I really enjoyed Will Stor vs. the Supernatural. A colleague at school recommended it to me, and I was not disappointed. It’s half ethnography, half memoir, and it’s pretty funny–a potent combination, says I.
Storr is a British journalist whose forays into the supernatural realm began when he was on a magazine assignment in the US. The piece focused on a “demonologist” named Lou Gentile, who took Storr along on a case that convinced the journalist that there’s more to life than his tendency toward atheism generally allowed. Following the weird happenings on that first case, Storr seeks out a bevy of supernatural aficionados and experts, most of them in the UK, whose knowledge, he hopes, will help him come to some conclusions regarding the reality of the soul and the existence of an afterlife. He has some funny, and mildly frightening, experiences on the way, and it’s all very entertaining (though I’m sure he felt differently at the time).
Despite the heavy metaphysical agenda, Storr is a lighthearted paranormal investigator, and his characteristically British wit makes what might have been a frustrating read, due to its contentious content, fairly hilarious. He consults with everyone from ghost hunters to priests to university professors. At one stage, he writes, “I decided to call the Royal Institute of Philosophy and tell them about the odd business that’s been taking place in my head. By the time I’d finished, they’d agreed to despatch an Emergency Philosopher right away” (76).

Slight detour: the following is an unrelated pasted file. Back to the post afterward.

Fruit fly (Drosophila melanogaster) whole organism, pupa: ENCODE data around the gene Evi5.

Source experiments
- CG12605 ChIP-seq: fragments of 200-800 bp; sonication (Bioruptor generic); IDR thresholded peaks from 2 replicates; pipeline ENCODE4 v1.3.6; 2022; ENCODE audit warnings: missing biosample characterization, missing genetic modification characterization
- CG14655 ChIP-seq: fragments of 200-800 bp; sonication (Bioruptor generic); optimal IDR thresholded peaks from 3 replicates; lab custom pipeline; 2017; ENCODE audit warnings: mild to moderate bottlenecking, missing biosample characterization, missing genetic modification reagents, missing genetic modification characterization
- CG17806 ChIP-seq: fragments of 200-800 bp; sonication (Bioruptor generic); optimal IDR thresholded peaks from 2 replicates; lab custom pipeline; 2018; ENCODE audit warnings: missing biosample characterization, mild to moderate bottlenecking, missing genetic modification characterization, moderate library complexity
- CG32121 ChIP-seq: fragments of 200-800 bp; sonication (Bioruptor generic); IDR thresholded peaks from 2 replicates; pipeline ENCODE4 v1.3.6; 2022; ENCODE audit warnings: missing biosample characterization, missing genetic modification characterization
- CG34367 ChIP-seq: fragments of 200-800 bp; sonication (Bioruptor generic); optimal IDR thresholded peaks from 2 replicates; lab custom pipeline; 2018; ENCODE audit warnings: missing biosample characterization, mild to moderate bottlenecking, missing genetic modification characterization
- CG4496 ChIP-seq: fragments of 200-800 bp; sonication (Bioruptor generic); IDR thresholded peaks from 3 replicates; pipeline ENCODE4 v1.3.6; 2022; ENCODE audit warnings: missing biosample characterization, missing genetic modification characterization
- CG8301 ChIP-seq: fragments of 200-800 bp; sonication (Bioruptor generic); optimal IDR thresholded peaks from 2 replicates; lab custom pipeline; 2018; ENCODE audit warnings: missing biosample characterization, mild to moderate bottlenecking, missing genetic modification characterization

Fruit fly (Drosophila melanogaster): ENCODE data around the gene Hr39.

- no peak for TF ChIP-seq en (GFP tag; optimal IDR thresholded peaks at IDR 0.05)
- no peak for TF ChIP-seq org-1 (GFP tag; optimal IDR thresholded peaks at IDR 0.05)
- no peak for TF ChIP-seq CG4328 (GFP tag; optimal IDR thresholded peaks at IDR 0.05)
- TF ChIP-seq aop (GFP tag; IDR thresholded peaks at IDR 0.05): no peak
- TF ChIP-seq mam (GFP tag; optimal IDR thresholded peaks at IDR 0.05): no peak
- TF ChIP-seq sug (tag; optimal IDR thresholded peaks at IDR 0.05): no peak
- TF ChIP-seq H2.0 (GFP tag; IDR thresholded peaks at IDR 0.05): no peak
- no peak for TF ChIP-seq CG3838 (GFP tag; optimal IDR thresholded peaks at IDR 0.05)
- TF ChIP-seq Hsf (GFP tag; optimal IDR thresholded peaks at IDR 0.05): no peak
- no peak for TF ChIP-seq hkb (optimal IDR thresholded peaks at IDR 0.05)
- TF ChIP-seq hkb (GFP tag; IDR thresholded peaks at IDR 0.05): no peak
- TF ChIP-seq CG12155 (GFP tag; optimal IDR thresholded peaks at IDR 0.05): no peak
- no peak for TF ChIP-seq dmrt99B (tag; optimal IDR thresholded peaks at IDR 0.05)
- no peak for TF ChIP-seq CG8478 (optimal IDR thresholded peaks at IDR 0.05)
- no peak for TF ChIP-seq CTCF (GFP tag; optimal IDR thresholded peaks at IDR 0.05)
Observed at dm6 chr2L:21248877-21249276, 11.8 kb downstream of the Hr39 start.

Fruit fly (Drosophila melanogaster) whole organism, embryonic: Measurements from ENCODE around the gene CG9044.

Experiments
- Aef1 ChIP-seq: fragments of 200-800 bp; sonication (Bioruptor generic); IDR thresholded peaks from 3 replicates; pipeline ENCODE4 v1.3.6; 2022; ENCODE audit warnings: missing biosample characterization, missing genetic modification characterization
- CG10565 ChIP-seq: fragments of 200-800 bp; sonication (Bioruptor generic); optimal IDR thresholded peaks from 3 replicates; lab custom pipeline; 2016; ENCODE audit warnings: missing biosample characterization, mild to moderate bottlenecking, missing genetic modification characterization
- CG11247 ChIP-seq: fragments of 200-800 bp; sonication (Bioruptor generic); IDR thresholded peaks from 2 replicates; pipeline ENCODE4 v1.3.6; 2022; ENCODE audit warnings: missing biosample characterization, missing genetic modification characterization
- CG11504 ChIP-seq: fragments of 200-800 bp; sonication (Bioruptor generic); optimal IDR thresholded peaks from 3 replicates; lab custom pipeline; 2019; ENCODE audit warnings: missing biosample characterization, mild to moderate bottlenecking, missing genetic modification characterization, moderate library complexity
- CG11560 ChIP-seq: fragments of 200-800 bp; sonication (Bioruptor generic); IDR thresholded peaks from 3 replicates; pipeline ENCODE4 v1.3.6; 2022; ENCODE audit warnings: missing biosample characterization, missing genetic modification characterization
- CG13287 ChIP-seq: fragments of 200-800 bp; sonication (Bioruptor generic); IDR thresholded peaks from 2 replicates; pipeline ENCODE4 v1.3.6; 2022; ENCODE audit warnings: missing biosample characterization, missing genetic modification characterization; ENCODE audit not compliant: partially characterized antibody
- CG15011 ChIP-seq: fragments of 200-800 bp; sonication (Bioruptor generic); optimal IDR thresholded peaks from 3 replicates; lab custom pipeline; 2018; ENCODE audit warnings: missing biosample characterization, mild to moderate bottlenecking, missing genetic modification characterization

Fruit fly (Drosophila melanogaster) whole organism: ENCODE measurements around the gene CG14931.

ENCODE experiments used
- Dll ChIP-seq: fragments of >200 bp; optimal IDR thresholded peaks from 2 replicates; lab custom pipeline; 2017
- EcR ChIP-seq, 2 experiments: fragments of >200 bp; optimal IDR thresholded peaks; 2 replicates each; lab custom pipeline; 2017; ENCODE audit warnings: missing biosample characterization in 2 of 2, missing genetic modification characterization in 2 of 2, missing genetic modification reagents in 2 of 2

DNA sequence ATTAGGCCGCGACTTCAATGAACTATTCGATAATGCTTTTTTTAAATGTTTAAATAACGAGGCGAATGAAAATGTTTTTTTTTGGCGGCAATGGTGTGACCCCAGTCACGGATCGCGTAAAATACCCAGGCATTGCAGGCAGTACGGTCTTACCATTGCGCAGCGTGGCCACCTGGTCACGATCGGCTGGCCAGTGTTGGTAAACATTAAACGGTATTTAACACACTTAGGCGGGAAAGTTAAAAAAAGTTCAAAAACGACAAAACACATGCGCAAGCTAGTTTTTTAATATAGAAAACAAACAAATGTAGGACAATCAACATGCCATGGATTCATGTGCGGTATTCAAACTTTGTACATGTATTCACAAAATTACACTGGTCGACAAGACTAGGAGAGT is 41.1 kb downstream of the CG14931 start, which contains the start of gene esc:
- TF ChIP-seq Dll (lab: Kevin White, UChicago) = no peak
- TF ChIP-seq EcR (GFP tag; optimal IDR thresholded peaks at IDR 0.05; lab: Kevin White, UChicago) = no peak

One way his work differs from conventional ethnography is that Storr doesn’t pull his punches when it comes to the quirks of his informants. From their physical appearances to their idiosyncratic behaviors, Storr puts it all out on the table in a way that ethnographers have tried to avoid. It’s refreshing, because the people Storr works with are anything but average, and he portrays them in a way that feels honest. I do wonder about what his informants thought after reading his text, though.
Most of the debate Storr wages with himself is familiar: science versus the supernatural, and the “science” of the supernatural (i.e., parapsychology). I’m steadily losing interest in that arena, personally, but Storr’s wrestling with it all is fascinating and funny. And the strange experiences Storr has in the course of his investigations do leave their mark on him. I won’t tell you how, exactly, but it’s worth reading to find out.